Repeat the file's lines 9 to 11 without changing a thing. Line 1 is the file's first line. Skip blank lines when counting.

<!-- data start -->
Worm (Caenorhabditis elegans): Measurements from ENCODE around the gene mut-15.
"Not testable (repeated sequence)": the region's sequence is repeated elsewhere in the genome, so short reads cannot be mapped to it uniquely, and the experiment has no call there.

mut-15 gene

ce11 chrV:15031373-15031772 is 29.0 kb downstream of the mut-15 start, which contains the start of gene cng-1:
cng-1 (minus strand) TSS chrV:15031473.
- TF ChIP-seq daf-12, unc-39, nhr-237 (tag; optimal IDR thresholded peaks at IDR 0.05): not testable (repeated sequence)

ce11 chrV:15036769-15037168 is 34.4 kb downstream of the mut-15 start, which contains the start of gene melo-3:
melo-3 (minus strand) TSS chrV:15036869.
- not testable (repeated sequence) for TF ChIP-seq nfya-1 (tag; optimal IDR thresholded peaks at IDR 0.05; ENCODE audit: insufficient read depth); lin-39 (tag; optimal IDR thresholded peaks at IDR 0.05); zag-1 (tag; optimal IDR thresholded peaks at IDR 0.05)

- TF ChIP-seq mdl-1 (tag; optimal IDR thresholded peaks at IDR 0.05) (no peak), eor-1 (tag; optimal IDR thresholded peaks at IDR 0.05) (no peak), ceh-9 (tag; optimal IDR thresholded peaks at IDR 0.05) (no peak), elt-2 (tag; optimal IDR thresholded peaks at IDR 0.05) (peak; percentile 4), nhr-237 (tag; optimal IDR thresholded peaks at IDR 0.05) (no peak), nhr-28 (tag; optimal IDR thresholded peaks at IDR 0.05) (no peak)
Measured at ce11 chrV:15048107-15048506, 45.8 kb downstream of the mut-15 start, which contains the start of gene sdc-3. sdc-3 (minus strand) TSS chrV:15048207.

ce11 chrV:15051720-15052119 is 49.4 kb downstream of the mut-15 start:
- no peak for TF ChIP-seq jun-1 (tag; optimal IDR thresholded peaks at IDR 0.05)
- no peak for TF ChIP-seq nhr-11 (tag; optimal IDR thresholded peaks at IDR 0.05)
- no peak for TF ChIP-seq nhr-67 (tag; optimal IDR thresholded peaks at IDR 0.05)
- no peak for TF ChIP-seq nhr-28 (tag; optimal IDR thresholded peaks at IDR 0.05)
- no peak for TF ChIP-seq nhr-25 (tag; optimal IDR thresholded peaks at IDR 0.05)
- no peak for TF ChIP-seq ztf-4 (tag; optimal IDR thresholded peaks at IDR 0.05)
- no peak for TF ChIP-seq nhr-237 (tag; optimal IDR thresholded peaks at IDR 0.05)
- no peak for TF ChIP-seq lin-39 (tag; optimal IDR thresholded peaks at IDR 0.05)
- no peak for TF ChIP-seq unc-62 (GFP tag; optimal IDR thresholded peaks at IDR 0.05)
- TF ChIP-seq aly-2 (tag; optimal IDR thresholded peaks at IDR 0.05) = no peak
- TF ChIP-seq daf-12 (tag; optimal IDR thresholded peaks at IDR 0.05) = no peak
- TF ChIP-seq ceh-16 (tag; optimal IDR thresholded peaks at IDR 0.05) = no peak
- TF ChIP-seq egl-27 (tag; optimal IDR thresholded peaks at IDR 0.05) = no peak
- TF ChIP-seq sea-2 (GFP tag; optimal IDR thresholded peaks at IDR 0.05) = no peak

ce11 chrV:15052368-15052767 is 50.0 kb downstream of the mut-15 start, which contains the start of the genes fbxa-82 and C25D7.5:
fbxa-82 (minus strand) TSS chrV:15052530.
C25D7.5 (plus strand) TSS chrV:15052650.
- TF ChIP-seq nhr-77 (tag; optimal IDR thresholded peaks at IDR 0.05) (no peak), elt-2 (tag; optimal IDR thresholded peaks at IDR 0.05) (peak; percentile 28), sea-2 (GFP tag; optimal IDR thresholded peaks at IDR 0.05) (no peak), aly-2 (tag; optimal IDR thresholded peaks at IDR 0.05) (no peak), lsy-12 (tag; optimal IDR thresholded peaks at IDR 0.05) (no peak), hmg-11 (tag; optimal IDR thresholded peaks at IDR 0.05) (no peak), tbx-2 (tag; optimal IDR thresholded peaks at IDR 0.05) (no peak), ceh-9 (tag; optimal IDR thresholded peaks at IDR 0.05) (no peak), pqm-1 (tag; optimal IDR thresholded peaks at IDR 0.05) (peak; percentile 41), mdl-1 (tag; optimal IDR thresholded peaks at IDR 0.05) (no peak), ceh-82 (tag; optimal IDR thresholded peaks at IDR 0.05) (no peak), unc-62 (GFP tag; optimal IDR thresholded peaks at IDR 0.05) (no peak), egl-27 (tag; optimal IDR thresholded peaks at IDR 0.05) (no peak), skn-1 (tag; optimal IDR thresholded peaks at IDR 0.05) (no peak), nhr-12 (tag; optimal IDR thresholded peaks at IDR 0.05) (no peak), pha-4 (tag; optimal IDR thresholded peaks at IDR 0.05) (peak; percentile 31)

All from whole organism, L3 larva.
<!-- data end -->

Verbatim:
- not testable (repeated sequence) for TF ChIP-seq nfya-1 (tag; optimal IDR thresholded peaks at IDR 0.05; ENCODE audit: insufficient read depth); lin-39 (tag; optimal IDR thresholded peaks at IDR 0.05); zag-1 (tag; optimal IDR thresholded peaks at IDR 0.05)

- TF ChIP-seq mdl-1 (tag; optimal IDR thresholded peaks at IDR 0.05) (no peak), eor-1 (tag; optimal IDR thresholded peaks at IDR 0.05) (no peak), ceh-9 (tag; optimal IDR thresholded peaks at IDR 0.05) (no peak), elt-2 (tag; optimal IDR thresholded peaks at IDR 0.05) (peak; percentile 4), nhr-237 (tag; optimal IDR thresholded peaks at IDR 0.05) (no peak), nhr-28 (tag; optimal IDR thresholded peaks at IDR 0.05) (no peak)
Measured at ce11 chrV:15048107-15048506, 45.8 kb downstream of the mut-15 start, which contains the start of gene sdc-3. sdc-3 (minus strand) TSS chrV:15048207.